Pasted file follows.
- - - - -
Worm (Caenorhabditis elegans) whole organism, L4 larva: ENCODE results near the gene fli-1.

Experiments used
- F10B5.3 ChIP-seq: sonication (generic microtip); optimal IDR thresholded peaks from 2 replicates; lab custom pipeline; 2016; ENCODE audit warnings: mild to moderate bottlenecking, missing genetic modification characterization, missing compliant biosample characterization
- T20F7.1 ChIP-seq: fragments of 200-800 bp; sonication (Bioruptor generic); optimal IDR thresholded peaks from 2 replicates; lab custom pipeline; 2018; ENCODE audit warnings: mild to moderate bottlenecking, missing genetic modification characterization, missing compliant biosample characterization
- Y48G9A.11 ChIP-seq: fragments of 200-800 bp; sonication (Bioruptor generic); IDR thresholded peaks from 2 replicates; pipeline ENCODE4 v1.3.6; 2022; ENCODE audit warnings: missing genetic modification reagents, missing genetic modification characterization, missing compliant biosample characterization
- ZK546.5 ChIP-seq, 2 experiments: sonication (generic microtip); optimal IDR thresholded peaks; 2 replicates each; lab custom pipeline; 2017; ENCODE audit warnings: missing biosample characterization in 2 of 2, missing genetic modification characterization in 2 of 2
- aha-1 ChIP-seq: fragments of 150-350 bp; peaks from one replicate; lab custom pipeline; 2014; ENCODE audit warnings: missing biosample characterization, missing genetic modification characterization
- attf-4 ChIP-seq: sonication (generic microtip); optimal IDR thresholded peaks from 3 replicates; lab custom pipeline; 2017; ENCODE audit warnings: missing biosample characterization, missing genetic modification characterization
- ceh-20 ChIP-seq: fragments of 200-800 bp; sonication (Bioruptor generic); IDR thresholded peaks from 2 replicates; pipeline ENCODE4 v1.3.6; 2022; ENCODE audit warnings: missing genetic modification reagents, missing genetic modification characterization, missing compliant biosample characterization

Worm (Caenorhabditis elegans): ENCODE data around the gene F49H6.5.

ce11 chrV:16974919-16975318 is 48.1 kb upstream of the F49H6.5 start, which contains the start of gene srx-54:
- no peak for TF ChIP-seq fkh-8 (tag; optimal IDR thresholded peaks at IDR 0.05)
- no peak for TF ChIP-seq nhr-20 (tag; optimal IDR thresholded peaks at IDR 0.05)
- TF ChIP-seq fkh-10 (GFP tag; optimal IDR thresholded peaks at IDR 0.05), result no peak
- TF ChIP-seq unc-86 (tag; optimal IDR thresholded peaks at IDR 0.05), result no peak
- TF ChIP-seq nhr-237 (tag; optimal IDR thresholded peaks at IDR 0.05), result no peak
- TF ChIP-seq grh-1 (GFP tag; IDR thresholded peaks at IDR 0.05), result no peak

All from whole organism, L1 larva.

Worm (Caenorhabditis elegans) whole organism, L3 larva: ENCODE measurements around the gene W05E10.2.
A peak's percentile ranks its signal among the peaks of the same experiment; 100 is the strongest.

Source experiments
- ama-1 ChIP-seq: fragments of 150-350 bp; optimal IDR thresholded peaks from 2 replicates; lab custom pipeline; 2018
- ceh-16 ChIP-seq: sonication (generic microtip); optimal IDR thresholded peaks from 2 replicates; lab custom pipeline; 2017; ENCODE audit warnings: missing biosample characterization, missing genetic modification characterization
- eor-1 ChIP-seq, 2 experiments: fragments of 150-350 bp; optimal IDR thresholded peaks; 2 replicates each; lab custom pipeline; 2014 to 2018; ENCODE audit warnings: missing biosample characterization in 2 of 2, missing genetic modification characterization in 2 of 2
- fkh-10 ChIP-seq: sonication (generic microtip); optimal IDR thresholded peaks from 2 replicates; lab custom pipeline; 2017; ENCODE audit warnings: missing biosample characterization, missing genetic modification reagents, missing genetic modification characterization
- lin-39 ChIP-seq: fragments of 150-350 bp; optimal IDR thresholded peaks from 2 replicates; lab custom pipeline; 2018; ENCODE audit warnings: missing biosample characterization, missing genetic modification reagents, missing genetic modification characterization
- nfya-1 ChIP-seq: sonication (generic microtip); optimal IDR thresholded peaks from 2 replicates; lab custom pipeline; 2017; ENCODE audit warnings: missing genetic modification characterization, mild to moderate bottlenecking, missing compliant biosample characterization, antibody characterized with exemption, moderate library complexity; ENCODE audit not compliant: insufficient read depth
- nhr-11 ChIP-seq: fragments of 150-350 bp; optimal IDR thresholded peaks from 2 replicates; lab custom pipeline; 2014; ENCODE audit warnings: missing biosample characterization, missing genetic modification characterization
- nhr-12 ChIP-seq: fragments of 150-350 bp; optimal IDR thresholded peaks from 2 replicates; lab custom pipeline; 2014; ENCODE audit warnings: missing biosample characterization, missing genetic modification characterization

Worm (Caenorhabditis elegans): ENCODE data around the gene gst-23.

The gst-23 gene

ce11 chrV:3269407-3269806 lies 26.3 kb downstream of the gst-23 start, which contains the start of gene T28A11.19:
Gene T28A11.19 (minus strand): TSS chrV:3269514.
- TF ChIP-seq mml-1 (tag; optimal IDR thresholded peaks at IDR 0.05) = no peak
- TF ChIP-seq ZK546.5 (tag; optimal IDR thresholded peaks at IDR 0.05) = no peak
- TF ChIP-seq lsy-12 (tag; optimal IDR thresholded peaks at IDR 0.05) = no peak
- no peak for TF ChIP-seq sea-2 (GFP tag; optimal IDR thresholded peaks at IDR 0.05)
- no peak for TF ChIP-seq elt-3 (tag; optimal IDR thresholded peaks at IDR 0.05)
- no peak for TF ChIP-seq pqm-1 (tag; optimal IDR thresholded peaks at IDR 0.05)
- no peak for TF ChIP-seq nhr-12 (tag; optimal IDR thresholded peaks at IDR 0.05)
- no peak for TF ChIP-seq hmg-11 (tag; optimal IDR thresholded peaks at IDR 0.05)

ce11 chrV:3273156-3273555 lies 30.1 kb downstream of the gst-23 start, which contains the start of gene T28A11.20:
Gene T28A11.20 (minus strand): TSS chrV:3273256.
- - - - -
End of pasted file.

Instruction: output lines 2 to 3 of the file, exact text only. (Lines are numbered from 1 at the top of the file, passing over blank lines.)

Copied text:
Experiments used
- F10B5.3 ChIP-seq: sonication (generic microtip); optimal IDR thresholded peaks from 2 replicates; lab custom pipeline; 2016; ENCODE audit warnings: mild to moderate bottlenecking, missing genetic modification characterization, missing compliant biosample characterization